This interview is one in a series of interviews with recipients of the 2022 ACGME Awards. The awardees join an outstanding group of previous honorees whose work and contributions to graduate medical education (GME) represent the best in the field. They will be honored at the ACGME Annual Educational Conference, taking place virtually March 30-April 1, 2022.
SUNY Downstate Health Sciences University, located in Brooklyn, New York, is one of four honorees receiving the ACGME’s Barbara Ross-Lee, DO Diversity, Equity, and Inclusion Award in 2022. Dr. Teresa Y. Smith is the institution’s designated institutional official and serves as Associate Dean of Graduate Medical Education and Affiliations. She answered the ACGME’s questions about the outstanding measures this Sponsoring Institution has taken to foster diversity, equity, and inclusion.
ACGME: Can you tell us a little bit about your Sponsoring Institution?
Dr. Smith: SUNY Downstate Health Sciences University is the Sponsoring Institution for 51 ACGME-accredited programs that educate and train 957 residents and fellows. The institution is located in Central Brooklyn, New York, with the College of Medicine being the only medical school in the borough. SUNY Downstate also compromises of the School of Nursing, School of Graduate Studies, School of Health Professions, and School of Public Health. SUNY Downstate trains its residents and fellows across various teaching hospitals in Brooklyn and the Greater NYC area, with the largest affiliation being at NYC Health + Hospitals Kings County Hospital Center, which is located across the street from the institution. The mission of SUNY Downstate Health Sciences University is to care for and improve the lives of our globally diverse communities, and to foster an environment that embraces cultural diversity. Our value statement is P.R.I.D.E., which describes our satisfaction in the work we do every day and to value our collective contributions to the Downstate community (Professionalism, Respect, Innovation, Diversity, Excellence).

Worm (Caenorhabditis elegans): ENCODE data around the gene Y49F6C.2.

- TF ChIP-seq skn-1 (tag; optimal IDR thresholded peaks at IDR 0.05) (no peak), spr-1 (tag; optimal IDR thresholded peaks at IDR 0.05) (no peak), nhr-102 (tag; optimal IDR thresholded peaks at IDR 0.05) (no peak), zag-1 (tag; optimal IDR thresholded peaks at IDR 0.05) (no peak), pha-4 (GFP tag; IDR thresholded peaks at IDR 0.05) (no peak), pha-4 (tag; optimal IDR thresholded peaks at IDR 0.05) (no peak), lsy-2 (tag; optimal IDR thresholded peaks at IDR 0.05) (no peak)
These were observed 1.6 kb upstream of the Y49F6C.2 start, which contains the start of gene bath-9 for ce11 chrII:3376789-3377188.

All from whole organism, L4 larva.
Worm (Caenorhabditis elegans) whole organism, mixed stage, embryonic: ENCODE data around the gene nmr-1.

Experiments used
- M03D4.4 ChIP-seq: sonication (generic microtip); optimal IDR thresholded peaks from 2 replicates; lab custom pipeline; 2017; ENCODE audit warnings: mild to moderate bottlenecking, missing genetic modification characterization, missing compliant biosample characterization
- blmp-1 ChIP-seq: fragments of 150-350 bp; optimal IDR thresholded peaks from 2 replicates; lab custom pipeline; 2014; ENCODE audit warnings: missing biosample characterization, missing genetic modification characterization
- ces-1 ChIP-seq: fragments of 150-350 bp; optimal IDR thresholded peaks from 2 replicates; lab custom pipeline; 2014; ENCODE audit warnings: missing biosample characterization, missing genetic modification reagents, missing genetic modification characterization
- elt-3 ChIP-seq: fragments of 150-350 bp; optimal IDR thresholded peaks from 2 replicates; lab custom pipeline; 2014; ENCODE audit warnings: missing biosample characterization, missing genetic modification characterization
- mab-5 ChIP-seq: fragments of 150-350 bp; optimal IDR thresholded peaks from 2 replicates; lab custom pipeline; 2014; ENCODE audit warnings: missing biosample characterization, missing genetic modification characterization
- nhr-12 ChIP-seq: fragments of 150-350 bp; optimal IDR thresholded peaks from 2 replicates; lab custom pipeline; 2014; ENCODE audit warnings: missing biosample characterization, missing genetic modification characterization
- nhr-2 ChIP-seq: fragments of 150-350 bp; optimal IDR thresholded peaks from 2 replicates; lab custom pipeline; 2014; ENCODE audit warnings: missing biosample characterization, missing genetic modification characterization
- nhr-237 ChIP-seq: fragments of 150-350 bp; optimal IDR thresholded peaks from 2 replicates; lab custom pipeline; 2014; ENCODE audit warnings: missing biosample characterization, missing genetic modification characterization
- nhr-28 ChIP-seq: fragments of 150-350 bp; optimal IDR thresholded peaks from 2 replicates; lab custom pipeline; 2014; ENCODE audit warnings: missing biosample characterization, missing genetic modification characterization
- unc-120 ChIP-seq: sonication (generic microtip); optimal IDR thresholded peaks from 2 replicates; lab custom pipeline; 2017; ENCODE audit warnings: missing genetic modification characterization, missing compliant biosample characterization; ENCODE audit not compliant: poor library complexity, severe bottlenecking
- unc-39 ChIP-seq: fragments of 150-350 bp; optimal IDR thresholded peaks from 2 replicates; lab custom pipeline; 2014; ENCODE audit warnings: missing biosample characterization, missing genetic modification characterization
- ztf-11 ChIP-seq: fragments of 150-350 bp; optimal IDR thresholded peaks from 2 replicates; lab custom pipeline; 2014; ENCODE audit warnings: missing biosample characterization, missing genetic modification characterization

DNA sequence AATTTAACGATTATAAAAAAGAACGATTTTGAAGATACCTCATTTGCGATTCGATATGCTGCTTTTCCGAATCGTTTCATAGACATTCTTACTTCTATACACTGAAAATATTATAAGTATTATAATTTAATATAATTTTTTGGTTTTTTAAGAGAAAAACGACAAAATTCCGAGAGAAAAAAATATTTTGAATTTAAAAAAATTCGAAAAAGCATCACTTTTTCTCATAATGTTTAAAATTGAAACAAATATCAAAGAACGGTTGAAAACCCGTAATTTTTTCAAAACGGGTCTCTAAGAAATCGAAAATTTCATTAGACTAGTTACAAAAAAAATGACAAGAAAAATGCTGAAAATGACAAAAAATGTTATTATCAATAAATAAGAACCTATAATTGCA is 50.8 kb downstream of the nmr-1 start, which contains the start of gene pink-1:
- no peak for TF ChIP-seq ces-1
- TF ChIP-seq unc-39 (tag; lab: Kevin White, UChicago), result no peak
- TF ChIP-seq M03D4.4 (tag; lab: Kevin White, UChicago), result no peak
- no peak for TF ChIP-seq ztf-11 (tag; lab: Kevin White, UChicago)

ACGME: Why is your institution so dedicated to the concepts of diversity, equity, and inclusion?
Smith: SUNY Downstate serves a community that is rich in cultural diversity within one of the most globally diverse cites in the world. Our patients, many of whom come from an immigrant background, comprise a wide range of ethnic and socioeconomic statuses. It is for this reason that SUNY Downstate regards diversity, equity, and inclusion as paramount in its mission to the community. We not only appreciate diversity, equity, inclusion in our trifold mission of clinical service, education, and research, but we practice it in every aspect of what we do on a daily basis, starting with the recruitment efforts from faculty members to residents to students. We believe our workforce should reflect the diversity of our patients.